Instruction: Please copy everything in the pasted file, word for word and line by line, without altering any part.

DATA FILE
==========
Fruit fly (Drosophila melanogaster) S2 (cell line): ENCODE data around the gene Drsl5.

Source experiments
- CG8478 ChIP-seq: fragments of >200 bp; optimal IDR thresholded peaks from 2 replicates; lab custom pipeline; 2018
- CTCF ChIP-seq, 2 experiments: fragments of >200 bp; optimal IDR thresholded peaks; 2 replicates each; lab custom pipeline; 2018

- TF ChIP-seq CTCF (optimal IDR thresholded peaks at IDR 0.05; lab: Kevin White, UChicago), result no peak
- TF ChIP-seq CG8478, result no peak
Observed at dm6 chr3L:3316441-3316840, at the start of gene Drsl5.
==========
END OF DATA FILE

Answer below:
Fruit fly (Drosophila melanogaster) S2 (cell line): ENCODE data around the gene Drsl5.

Source experiments
- CG8478 ChIP-seq: fragments of >200 bp; optimal IDR thresholded peaks from 2 replicates; lab custom pipeline; 2018
- CTCF ChIP-seq, 2 experiments: fragments of >200 bp; optimal IDR thresholded peaks; 2 replicates each; lab custom pipeline; 2018

- TF ChIP-seq CTCF (optimal IDR thresholded peaks at IDR 0.05; lab: Kevin White, UChicago), result no peak
- TF ChIP-seq CG8478, result no peak
Observed at dm6 chr3L:3316441-3316840, at the start of gene Drsl5.